A DDM file is a file object located on the source system. DDM files are unusual in that they describe a database file but contain no data, members, or field definitions. Instead, a DDM file points to the actual database file on the target system.

When you run a program that uses a DDM file, a source DDM job is started on the source system. A corresponding target DDM job is started on the target system. You don't usually have to be concerned with the source or target DDM jobs, but you should be aware that DDM imposes more work on the two systems.

Defining a DDM File

The Create DDM File (CRTDDMF) command uses parameters that apply to both database file objects and to APPC communications. DDM files do not contain data; there are no DDS specs or record lengths associated with them. The DDM file name can be the same as the database file name on the remote system.

The four groups of parameters used on CRTDDMF are shown in 1. The only required parameters are FILE (the name of the DDM file on the source system), RMTFILE (the name of the database file and optionally the member on the remote system), and RMTLOCNAME (the name of the remote location where the database file is located).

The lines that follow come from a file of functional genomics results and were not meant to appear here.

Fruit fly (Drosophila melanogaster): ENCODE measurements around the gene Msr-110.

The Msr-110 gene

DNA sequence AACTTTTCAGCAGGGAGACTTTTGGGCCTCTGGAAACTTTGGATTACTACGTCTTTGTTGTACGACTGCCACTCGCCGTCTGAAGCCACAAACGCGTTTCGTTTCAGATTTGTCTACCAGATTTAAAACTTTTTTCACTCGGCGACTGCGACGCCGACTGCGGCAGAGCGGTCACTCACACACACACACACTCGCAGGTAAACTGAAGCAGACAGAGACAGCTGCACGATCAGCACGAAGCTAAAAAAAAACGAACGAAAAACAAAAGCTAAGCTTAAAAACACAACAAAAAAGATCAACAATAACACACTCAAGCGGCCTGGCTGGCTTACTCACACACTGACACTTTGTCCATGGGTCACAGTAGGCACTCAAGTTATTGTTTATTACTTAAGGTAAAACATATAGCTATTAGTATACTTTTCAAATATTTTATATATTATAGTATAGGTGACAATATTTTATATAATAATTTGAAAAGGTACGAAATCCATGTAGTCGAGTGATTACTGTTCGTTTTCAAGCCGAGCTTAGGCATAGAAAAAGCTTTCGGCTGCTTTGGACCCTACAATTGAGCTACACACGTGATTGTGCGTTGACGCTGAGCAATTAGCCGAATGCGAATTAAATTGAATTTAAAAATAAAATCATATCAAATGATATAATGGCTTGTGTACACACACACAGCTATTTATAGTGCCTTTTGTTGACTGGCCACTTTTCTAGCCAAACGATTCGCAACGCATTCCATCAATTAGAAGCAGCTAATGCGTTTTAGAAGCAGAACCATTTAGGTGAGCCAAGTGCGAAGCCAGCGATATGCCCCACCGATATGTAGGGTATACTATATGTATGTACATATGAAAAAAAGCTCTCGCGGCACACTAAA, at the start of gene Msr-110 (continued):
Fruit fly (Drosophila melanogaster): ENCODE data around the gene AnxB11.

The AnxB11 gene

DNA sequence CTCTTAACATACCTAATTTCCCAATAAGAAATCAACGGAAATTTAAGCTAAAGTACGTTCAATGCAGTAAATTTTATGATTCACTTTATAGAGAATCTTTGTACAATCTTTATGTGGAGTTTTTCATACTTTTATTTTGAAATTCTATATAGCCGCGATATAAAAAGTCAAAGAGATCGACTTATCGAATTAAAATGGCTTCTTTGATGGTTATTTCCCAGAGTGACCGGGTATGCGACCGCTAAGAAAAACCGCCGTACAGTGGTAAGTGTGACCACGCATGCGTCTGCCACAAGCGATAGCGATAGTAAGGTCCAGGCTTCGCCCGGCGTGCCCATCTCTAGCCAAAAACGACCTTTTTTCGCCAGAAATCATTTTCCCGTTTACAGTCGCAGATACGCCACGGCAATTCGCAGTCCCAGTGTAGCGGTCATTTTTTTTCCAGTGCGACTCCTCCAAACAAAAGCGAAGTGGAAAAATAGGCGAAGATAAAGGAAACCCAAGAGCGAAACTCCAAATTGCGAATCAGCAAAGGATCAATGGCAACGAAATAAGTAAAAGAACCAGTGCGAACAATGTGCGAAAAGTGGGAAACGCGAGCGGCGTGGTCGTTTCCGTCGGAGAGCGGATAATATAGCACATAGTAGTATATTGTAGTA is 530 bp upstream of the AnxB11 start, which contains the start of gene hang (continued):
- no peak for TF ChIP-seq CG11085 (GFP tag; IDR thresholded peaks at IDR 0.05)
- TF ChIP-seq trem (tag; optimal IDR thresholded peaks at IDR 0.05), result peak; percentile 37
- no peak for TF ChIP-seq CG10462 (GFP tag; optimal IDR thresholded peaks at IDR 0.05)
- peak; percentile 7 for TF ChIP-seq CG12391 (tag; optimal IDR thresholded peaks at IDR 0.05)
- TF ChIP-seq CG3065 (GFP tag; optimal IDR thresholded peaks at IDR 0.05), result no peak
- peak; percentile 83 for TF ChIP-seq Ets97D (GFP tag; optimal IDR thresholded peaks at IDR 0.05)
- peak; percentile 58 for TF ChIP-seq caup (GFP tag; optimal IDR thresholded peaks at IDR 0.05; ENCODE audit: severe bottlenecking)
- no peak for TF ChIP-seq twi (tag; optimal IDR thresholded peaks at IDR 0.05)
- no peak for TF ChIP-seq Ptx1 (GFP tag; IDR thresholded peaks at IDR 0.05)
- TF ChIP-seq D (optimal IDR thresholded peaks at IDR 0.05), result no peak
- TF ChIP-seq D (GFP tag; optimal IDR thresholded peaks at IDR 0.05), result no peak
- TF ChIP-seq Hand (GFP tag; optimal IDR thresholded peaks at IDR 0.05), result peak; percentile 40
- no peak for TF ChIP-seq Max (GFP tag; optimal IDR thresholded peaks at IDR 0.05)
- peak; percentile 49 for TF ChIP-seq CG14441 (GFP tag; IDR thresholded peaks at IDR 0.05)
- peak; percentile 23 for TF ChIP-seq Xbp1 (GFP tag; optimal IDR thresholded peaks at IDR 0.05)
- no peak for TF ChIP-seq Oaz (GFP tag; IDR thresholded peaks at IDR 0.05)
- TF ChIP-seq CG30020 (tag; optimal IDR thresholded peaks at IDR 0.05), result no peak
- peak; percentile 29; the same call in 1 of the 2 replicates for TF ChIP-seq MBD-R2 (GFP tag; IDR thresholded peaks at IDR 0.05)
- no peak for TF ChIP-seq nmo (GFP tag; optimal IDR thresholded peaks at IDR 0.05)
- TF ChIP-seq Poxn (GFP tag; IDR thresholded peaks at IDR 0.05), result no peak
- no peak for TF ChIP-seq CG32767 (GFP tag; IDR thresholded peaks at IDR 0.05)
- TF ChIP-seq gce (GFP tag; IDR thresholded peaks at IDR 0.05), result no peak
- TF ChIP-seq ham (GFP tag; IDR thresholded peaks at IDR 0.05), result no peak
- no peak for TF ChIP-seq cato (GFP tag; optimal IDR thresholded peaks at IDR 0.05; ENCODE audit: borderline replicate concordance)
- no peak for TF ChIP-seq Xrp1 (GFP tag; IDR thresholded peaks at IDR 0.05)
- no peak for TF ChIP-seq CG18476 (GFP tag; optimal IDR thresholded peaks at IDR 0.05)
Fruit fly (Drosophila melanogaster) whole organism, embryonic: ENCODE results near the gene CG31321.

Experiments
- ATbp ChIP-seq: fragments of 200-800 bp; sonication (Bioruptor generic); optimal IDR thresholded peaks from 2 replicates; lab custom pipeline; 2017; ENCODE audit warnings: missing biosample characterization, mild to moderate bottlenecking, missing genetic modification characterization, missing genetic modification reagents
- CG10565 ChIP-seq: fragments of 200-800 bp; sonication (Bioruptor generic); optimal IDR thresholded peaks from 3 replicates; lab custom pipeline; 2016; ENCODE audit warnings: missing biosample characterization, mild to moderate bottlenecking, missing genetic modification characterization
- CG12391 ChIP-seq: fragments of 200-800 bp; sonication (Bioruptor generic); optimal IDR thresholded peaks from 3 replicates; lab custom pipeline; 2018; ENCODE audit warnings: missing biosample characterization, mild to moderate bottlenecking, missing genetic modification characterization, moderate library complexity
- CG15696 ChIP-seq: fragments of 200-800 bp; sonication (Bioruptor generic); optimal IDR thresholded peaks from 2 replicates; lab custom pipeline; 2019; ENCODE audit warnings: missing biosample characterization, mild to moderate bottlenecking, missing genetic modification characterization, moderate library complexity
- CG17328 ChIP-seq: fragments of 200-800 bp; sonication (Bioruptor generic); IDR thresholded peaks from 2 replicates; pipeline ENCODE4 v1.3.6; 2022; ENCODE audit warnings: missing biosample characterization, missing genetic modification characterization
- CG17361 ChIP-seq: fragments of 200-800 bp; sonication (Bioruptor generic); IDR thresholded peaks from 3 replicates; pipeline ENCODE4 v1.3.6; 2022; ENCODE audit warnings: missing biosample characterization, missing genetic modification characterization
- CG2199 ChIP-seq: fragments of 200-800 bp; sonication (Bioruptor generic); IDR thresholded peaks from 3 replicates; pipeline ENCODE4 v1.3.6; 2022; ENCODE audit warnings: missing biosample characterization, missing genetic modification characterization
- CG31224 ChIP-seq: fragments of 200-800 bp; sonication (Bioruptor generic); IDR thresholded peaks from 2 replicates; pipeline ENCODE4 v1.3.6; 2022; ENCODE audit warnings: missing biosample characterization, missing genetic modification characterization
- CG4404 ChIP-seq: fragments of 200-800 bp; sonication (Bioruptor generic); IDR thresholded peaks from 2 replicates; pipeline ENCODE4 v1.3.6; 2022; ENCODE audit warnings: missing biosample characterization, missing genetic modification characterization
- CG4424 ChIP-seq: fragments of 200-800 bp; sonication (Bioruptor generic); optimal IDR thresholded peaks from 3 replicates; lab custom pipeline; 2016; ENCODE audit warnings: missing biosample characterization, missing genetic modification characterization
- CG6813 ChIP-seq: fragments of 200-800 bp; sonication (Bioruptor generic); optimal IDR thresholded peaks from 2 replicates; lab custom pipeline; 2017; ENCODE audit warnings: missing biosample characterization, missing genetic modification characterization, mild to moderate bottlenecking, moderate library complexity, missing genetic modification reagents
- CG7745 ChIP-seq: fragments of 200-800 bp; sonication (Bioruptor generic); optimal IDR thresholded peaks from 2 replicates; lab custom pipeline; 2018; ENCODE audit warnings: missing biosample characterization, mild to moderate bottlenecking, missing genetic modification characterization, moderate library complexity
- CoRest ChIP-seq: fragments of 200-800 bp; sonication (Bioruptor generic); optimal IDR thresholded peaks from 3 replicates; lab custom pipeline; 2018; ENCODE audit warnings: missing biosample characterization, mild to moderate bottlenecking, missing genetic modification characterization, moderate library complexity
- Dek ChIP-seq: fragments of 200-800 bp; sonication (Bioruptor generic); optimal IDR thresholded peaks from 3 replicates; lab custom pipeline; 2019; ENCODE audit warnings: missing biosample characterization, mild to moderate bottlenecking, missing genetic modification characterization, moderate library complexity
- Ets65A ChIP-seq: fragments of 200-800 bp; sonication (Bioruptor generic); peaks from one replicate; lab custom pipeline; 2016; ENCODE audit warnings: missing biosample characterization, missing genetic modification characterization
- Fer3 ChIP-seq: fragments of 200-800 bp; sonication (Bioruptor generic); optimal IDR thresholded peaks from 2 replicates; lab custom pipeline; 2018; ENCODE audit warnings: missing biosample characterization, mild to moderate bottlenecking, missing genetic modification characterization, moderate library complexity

The four groups of parameters used on CRTDDMF are shown in Figure 1. The only required parameters are FILE (the name of the DDM file on the source system), RMTFILE (the name of the database file and optionally the member on the remote system), and RMTLOCNAME (the name of the remote location where the database file is located).

The FILE parameter can be any name you want. It may make sense to use all 10 characters allowed in a file name-even if you will be using the DDM file with RPG programs-since you will probably be using an Override Database File (OVRDBF) command with the DDM file.

For RMTFILE, supply the qualified name of the file on the remote system. Note the format for specifying a member name, as shown in 1.